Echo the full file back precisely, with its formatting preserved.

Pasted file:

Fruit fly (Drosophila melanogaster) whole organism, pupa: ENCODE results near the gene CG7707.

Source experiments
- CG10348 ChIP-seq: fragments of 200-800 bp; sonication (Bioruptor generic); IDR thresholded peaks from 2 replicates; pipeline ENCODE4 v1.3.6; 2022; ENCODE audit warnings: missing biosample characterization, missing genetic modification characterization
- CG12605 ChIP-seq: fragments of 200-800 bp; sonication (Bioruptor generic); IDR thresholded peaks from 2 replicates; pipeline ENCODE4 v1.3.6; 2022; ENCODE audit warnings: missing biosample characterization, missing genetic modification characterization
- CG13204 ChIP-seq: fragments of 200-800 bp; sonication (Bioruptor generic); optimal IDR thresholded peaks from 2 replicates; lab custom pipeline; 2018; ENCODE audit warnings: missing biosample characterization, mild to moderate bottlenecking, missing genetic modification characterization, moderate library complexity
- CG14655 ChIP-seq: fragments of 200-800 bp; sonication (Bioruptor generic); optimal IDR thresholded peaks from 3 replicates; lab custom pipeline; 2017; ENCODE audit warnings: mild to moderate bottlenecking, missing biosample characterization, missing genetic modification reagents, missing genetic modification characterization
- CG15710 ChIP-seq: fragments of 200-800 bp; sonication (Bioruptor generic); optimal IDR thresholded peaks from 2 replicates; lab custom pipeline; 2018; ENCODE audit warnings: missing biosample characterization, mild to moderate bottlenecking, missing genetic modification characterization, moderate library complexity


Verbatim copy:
Fruit fly (Drosophila melanogaster) whole organism, pupa: ENCODE results near the gene CG7707.

Source experiments
- CG10348 ChIP-seq: fragments of 200-800 bp; sonication (Bioruptor generic); IDR thresholded peaks from 2 replicates; pipeline ENCODE4 v1.3.6; 2022; ENCODE audit warnings: missing biosample characterization, missing genetic modification characterization
- CG12605 ChIP-seq: fragments of 200-800 bp; sonication (Bioruptor generic); IDR thresholded peaks from 2 replicates; pipeline ENCODE4 v1.3.6; 2022; ENCODE audit warnings: missing biosample characterization, missing genetic modification characterization
- CG13204 ChIP-seq: fragments of 200-800 bp; sonication (Bioruptor generic); optimal IDR thresholded peaks from 2 replicates; lab custom pipeline; 2018; ENCODE audit warnings: missing biosample characterization, mild to moderate bottlenecking, missing genetic modification characterization, moderate library complexity
- CG14655 ChIP-seq: fragments of 200-800 bp; sonication (Bioruptor generic); optimal IDR thresholded peaks from 3 replicates; lab custom pipeline; 2017; ENCODE audit warnings: mild to moderate bottlenecking, missing biosample characterization, missing genetic modification reagents, missing genetic modification characterization
- CG15710 ChIP-seq: fragments of 200-800 bp; sonication (Bioruptor generic); optimal IDR thresholded peaks from 2 replicates; lab custom pipeline; 2018; ENCODE audit warnings: missing biosample characterization, mild to moderate bottlenecking, missing genetic modification characterization, moderate library complexity